After spending his first night aboard dangling from an oar, Piscine realizes he must stake claim to his territory. The hyena is a constant threat, and Piscine has no control. But as the animals die off, soon all that is left is the most dangerous: the tiger. Filled not with the desire to survive, but the aim to die comfortably, Piscine sets out to create living accommodations.
To summon the will to fight through to the end would be barely believable right off the bat. Piscine’s urge to die comfortably may seem like a way for Yann Martell to create a realistic character, but I see it as an intentional choice that adds to the theme in a way I am still understanding. Piscine himself describes it with this matter of fact statement: “With a tiger aboard, my life was over. That being settled, why not do something about my parched throat?”
As Piscine dictates his story to a writer, he often interjects with the behavior of animals, family, and his hatred of agnostics. Through the dual perspectives of the writer and Piscine himself, his character develops in real-time as well as the past, allowing readers to see how Piscine’s early life affects him in his forties.
Much like Laura Hillenbrand’s nonfiction book, Unbroken, a good third of Life of Pi takes place before the initial catastrophe. And, much like Unbroken, it’s not a part to skim over just to reach the “good stuff.” Watching Piscine mature and grapple with religions is essential and enjoyable. His joint worship of Hindu, Islam, and Christianity, and his involvement in religion hold a key to the major theme of the novel. All the dialogue and description is fundamental to a reader’s formulation of Piscine as a character. If readers are finding it boring, uninteresting, or a chore to read through the first part of his childhood, this most likely isn’t the book for them in the first place.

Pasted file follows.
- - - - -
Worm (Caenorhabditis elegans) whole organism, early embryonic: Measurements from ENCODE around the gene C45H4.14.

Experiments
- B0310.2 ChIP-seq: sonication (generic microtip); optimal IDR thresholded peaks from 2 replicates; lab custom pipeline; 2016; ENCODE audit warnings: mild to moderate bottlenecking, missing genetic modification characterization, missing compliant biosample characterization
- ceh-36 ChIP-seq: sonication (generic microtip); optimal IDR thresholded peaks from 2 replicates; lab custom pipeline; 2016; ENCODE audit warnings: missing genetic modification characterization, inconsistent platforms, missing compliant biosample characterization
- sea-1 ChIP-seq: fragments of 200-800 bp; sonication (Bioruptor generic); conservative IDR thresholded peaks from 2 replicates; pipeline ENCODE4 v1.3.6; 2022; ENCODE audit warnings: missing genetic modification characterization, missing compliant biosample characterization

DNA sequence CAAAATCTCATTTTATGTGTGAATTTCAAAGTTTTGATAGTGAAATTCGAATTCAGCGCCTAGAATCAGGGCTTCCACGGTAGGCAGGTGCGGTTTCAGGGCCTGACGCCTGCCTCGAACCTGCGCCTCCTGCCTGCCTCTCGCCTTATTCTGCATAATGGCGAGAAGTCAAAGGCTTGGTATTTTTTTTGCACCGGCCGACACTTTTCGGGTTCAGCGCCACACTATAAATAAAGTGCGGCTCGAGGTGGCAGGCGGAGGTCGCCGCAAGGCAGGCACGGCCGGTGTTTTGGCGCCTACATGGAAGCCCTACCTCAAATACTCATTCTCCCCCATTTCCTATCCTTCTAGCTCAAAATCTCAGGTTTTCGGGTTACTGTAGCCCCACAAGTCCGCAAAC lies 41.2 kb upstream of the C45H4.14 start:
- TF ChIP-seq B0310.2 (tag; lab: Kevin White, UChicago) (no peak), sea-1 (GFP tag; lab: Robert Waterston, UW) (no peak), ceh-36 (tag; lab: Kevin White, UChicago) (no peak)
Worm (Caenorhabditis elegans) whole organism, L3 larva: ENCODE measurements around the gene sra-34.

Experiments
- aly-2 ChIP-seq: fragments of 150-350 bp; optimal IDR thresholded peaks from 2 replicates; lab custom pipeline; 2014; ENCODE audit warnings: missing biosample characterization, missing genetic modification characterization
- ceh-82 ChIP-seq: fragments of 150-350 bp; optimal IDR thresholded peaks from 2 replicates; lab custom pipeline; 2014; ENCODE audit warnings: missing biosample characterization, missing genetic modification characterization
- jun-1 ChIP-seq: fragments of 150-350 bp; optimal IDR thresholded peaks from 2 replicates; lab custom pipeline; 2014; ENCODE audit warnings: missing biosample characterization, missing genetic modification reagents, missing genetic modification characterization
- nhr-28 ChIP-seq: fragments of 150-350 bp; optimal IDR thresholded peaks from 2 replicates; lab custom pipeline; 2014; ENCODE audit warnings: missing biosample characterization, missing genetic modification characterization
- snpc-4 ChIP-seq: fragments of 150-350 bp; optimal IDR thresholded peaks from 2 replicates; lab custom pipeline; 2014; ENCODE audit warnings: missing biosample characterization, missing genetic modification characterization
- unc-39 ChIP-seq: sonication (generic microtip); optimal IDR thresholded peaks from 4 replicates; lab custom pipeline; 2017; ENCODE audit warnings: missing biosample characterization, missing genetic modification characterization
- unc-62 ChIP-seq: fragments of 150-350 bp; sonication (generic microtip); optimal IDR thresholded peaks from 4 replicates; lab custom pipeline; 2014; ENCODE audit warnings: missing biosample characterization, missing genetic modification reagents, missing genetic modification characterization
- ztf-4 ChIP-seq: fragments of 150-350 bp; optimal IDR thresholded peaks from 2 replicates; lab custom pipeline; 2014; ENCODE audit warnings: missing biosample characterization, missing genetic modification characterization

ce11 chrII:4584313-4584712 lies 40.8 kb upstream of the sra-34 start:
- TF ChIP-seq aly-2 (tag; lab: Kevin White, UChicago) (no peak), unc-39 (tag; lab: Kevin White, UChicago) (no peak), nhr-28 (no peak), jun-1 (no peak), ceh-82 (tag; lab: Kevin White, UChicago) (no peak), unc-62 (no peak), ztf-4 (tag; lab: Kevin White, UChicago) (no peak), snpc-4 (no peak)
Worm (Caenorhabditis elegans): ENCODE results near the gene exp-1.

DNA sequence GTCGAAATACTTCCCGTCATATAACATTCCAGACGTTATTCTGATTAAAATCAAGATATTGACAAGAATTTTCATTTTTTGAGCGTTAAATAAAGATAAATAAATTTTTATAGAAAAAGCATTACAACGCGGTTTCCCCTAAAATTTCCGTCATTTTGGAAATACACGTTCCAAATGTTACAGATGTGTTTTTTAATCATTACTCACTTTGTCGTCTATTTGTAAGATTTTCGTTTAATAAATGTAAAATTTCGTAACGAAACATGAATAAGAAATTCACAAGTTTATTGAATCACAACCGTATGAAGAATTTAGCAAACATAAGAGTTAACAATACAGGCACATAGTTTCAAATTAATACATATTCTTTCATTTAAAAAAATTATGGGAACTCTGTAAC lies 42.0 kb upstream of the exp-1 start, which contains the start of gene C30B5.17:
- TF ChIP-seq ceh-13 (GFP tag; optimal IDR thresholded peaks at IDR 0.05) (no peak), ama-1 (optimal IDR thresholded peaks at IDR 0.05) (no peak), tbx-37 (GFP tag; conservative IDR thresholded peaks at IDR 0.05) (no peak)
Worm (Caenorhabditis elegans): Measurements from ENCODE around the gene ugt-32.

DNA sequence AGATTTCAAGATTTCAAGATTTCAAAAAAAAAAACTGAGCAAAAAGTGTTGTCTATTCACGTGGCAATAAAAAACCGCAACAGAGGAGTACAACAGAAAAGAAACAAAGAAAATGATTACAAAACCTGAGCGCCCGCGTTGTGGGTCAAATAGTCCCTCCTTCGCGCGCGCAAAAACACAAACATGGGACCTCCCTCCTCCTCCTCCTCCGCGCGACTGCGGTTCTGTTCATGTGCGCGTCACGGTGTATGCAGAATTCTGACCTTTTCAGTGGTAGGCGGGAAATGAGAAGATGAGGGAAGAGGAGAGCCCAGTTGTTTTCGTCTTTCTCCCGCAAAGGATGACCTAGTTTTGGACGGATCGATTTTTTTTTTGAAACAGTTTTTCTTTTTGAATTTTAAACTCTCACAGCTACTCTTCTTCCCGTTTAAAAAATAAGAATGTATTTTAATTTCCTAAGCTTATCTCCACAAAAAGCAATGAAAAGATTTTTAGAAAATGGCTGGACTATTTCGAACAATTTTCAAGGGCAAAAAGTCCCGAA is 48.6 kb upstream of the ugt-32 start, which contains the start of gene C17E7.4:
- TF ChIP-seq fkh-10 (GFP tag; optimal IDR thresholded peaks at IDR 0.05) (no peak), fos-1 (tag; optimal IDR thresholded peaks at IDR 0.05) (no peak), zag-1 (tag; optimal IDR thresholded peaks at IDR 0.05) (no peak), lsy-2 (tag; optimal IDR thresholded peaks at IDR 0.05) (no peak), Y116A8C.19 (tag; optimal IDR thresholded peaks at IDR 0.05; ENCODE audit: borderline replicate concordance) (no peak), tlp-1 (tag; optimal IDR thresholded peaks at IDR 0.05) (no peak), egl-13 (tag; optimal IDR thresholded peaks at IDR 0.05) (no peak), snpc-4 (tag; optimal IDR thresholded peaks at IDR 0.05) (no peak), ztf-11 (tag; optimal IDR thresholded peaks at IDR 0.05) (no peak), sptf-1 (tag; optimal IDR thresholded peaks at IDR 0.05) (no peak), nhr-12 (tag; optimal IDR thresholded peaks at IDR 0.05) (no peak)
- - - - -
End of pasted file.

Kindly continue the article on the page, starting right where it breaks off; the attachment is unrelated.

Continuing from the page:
Piscine himself has a master’s degree in zoology—appropriate as he grew up in a zoo. I found myself learning a lot about animals and gaining perspective on zoos and animals in general. Entire chapters are filled with his theories, both religious and scientific, and Piscine is very opinionated—and therefore easy to disagree with. I have no doubt fans of Blackfish will find it difficult to accept the idea that animals prefer zoos to the wild. But Piscine offers a convincing argument, and ended up changing my view on the topic completely.